Take the 2-minute tour ×
Super User is a question and answer site for computer enthusiasts and power users. It's 100% free, no registration required.

Is there an open source, command line based app for Windows to tag MP3 files by manually passing the artist, album etc as arguments?

The answers for Is there a Windows command-line tool to set ID3 tags on an MP3 file? are mostly closed source and the one which does offer the source code (Tag) doesn't list any licensing details anywhere.

share|improve this question
"Tag" is freeware, although source code is offered. See synthetic-soul.co.uk/files/tag.txt –  tricasse Aug 25 '13 at 20:15

2 Answers 2

up vote 2 down vote accepted

If you can't use any of the closed-source solutions you found before, I'm going to assume that you are a software developer and want to use the source code for your own project.

In this case, I would highly recommend the id3lib Tagging Library which is licensed under the LGPL. There are various projects listed on their website which use the library, some of which are fully implemented (and open source) MP3 taggers.

Two implementations I found on their website were Mp3 Tag Tools or EasyTAG. Both are open source, and have Windows binaries available. The only problem, however, is the lack of a command line interface (or at least I didn't see it listed on the project pages). Being an open source tool, it wouldn't be difficult to modify and recompile the application to perform whatever tasks you'd like from a command line.

However, if you're interested a strictly command line based tool, and you are comfortable compiling your own binaries, you might be interested in the id3v2 project. While it is officially released for Linux, I had a quick look at the source code, and you should be able to compile it on Windows with no changes.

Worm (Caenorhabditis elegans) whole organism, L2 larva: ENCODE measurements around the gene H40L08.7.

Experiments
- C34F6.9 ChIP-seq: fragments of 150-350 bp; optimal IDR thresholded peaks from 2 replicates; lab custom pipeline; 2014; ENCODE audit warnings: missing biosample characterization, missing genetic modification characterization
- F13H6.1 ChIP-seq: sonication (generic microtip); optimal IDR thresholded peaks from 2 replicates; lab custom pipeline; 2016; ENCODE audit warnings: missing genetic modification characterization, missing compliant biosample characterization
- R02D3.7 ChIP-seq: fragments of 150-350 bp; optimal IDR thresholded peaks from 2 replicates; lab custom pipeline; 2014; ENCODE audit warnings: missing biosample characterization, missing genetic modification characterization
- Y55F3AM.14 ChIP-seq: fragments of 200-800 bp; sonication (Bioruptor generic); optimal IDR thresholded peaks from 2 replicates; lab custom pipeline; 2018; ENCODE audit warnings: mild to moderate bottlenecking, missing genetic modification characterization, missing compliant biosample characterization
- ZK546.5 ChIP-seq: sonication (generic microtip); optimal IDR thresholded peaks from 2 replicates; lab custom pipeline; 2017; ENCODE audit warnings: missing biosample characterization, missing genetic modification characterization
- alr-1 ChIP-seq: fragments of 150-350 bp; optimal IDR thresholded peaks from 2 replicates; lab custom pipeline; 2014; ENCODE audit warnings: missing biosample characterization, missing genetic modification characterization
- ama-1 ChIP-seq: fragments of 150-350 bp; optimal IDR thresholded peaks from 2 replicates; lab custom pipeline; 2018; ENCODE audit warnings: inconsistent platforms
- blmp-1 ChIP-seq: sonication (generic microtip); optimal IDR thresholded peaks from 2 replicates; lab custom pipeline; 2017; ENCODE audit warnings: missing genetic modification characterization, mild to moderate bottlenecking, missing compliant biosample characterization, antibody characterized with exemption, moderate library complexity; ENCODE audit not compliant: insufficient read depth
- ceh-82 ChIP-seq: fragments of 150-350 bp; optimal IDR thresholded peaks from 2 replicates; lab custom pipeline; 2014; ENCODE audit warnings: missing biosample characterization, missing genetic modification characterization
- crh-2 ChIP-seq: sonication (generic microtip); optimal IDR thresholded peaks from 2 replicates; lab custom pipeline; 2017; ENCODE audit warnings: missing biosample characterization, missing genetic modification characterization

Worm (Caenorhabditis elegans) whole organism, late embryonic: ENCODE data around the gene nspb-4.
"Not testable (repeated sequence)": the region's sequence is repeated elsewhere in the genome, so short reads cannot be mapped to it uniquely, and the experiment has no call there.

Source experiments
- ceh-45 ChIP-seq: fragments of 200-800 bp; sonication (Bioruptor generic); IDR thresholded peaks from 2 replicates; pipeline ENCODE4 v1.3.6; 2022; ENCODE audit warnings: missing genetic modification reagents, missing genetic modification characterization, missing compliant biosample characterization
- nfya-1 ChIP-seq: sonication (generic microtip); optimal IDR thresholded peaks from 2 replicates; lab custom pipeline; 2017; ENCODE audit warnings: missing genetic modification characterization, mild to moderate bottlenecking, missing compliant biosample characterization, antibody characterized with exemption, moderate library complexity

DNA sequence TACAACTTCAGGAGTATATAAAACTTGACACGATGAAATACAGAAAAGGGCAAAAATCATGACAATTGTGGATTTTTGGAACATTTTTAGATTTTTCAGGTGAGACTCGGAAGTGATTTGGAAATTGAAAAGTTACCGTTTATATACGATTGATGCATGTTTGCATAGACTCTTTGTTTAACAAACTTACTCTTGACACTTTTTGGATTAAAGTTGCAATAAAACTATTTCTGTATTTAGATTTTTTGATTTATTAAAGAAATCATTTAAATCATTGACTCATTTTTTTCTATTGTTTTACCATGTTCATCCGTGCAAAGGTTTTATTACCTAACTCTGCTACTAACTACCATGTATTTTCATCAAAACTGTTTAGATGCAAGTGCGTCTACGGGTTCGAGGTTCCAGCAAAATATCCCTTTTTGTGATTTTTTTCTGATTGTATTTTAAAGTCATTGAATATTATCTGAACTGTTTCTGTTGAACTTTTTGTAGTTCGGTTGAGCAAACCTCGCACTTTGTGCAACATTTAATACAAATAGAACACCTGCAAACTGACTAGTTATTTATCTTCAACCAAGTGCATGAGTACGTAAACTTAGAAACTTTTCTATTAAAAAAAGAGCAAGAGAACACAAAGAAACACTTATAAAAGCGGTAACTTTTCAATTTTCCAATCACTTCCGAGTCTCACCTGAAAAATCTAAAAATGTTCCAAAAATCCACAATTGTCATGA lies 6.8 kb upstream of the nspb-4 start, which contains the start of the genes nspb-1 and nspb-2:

share|improve this answer
I like the idea of compiling id3v2 for windows. However, I am a C# / VB.Net dev and have not the first idea how to do that in C++! I am currently trying to install mingw in a Ubuntu VM to attempt cross compiling the source (again, not a clue what I am doing but learning lots!) –  Shevek Jan 8 '11 at 17:19
As long as you have the gcc binaries, you should be able to compile it in Windows using just the command line. MinGW contains these binaries, but is a program for Windows, not any other OS in a virtual environment. –  Breakthrough Jan 9 '11 at 7:36

The mutagen tag library for Python comes with a script named mid3v2. (Rename it to mid3v2.py and add the directory to your %PATH%.)

Possible downside: mutagen writes only ID3 v2.4 and automatically converts older ID3 versions, while Windows Explorer and Windows Media Player are only capable (AFAIK) of displaying ID3 v2.3.

share|improve this answer
Thanks, but don't want to introduce any further dependencies (I assume one would need python installed to use this?) Also, the v2.4 issue is a blocker. –  Shevek Jan 6 '11 at 15:23

Your Answer


By posting your answer, you agree to the privacy policy and terms of service.

Not the answer you're looking for? Browse other questions tagged or ask your own question.